Some rhododendrons reach an enormous size if not pruned. Photo: Oh Kaye, flickr.com
Question: I have a very large rhododendron (2.5 m × 2.5 m/8 ft × 8 ft) that I would like to cut back severely after it blooms. Is that possible? It’s far too big for the space available and I no longer have the energy needed to wrap up such a huge shrub for the winter. I live in hardiness zone 4b.
Carole Guay D’Amours
Answer: Many rhododendrons do turn into garden-grabbing monsters over time, becoming tall, wide and sometimes quite lanky. They far exceed the dimensions you saw on the label when you bought it and probably used when calculating where to place it. (Few gardeners seem to know that the dimensions given on a rhododendron label don’t indicate its final size, but rather its dimensions after 10 years of growth. Thus, after 20 years, if they’re never pruned, they’ll measure approximately twice that.)
Fortunately, yes, you can cut an overgrown rhododendron back quite severely and thus reduce it to a more acceptable size. However, as you already seem to be aware, after such deep pruning, don’t expect it to take on a beautiful shape and abundant bloom for 2 to 3 years.
First, the ideal time to do undertake rejuvenation pruning is not after flowering (that’s when you do light pruning), but rather early in the spring, before the start of the growing season. Cut all the branches about to 60 cm (2 ft) high … and yes, you will need a saw! Some gardeners cut back even more severely, to 15 cm (6 inches) from the ground, but that sometimes backfires, the shock being so brutal that some plants don’t recover.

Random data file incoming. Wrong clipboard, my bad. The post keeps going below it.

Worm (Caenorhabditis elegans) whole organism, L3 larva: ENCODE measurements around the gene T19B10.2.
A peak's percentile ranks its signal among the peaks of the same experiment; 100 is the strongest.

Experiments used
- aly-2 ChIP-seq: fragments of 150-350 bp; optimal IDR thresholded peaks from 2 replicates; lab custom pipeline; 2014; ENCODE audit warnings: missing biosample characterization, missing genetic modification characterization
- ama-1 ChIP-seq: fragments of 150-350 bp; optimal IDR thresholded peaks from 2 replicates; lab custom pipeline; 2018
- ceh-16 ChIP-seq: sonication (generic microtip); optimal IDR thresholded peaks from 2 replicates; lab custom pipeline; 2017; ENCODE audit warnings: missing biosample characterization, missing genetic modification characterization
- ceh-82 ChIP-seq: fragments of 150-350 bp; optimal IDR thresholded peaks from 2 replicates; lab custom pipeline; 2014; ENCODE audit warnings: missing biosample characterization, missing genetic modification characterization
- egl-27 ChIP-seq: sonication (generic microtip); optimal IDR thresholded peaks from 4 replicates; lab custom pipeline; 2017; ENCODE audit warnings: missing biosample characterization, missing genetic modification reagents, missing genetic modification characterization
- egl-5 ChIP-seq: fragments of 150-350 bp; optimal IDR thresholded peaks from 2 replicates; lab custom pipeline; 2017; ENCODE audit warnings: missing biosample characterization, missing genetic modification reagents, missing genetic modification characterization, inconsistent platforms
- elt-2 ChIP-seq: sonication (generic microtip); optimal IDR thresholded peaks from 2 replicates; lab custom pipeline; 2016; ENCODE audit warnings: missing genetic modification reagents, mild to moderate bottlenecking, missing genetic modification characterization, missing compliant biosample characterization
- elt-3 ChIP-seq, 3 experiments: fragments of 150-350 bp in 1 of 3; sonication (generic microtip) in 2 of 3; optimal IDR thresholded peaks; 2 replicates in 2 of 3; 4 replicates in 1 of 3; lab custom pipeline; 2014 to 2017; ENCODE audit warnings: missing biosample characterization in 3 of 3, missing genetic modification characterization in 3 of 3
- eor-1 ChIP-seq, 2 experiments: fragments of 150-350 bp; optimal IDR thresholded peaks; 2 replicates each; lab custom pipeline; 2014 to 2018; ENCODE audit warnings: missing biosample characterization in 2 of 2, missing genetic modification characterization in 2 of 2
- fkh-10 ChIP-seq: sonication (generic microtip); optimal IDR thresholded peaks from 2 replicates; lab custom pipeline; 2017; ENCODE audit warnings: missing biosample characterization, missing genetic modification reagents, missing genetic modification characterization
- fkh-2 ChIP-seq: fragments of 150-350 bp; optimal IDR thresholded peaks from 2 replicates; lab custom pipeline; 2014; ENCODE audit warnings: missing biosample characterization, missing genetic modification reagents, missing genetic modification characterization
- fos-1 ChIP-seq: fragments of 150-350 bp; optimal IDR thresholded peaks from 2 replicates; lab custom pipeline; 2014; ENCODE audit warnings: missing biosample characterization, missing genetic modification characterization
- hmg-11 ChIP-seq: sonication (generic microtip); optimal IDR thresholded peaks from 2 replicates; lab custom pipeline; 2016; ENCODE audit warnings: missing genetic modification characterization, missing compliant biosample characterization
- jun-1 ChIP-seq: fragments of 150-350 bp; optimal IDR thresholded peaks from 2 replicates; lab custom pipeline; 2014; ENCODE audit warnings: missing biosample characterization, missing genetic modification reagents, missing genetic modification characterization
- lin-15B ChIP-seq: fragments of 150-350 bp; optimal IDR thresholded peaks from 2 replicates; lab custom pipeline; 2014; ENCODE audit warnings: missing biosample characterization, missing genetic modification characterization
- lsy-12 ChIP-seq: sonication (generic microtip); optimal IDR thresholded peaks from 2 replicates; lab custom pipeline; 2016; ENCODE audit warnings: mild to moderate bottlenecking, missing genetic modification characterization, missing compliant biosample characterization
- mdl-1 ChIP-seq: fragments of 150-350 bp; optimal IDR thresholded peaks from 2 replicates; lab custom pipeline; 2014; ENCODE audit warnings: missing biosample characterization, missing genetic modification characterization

In the first year, your shrub will start to regrow, producing new stems and leaves, but will probably appear very spindly and unequal at first. It will probably take 2 or even three 3 years before it really fills in and starts to look good again. And it may well not bloom abundantly until the third year either.
In the future, when your rhododendron approaches the size you want, make a habit of pruning your shrub modestly after it blooms to restrain its development, shortening one branch out of three annually. That way, you can keep it at a more acceptable size even as you enjoy an abundance of flowers each year.
Winter Protection: Don’t Waste Your Time
You mention wrapping your rhododendron up for the winter, but that probably isn’t necessary.
The idea that rhododendrons need winter protection to survive in cold climates is highly exaggerated. Wrapping them in burlap or geotextile may make you feel useful and does keep the wind off, but won’t keep them any warmer, so is generally a waste of time. I’m not saying installing some sort of screen between the plant and the prevailing wind can’t be useful the first winter, while it’s still acclimatizing to local conditions, but from then on, no winter protection should be necessary.
Your rhododendron certainly wouldn’t reach such a large size if it weren’t well adapted! There are many rhododendrons adapted to cold climates: hardiness zone 4 and even 3 and yours undoubtedly belongs to that group. So, in winter, just let it fend for itself.